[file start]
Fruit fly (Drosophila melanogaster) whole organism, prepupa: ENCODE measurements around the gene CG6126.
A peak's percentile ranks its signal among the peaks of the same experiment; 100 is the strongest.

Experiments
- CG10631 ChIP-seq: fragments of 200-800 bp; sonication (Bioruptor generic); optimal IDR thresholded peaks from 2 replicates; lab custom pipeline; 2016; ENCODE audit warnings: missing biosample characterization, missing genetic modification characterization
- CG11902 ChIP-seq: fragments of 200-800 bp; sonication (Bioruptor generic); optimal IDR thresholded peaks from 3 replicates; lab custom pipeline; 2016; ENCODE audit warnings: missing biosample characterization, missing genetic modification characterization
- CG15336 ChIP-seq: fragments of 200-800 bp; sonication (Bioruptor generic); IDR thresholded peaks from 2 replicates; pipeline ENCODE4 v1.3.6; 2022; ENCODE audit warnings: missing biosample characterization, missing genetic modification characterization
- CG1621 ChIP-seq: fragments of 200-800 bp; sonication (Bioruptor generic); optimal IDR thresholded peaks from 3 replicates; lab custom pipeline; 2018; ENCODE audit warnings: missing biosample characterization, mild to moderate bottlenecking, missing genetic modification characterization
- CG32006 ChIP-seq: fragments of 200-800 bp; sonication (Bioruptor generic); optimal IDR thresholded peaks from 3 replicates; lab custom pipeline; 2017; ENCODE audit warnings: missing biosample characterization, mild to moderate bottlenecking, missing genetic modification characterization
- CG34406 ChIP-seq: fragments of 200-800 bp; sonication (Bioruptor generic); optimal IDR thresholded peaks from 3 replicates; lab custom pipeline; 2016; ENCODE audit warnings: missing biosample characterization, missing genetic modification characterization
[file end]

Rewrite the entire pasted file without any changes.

Fruit fly (Drosophila melanogaster) whole organism, prepupa: ENCODE measurements around the gene CG6126.
A peak's percentile ranks its signal among the peaks of the same experiment; 100 is the strongest.

Experiments
- CG10631 ChIP-seq: fragments of 200-800 bp; sonication (Bioruptor generic); optimal IDR thresholded peaks from 2 replicates; lab custom pipeline; 2016; ENCODE audit warnings: missing biosample characterization, missing genetic modification characterization
- CG11902 ChIP-seq: fragments of 200-800 bp; sonication (Bioruptor generic); optimal IDR thresholded peaks from 3 replicates; lab custom pipeline; 2016; ENCODE audit warnings: missing biosample characterization, missing genetic modification characterization
- CG15336 ChIP-seq: fragments of 200-800 bp; sonication (Bioruptor generic); IDR thresholded peaks from 2 replicates; pipeline ENCODE4 v1.3.6; 2022; ENCODE audit warnings: missing biosample characterization, missing genetic modification characterization
- CG1621 ChIP-seq: fragments of 200-800 bp; sonication (Bioruptor generic); optimal IDR thresholded peaks from 3 replicates; lab custom pipeline; 2018; ENCODE audit warnings: missing biosample characterization, mild to moderate bottlenecking, missing genetic modification characterization
- CG32006 ChIP-seq: fragments of 200-800 bp; sonication (Bioruptor generic); optimal IDR thresholded peaks from 3 replicates; lab custom pipeline; 2017; ENCODE audit warnings: missing biosample characterization, mild to moderate bottlenecking, missing genetic modification characterization
- CG34406 ChIP-seq: fragments of 200-800 bp; sonication (Bioruptor generic); optimal IDR thresholded peaks from 3 replicates; lab custom pipeline; 2016; ENCODE audit warnings: missing biosample characterization, missing genetic modification characterization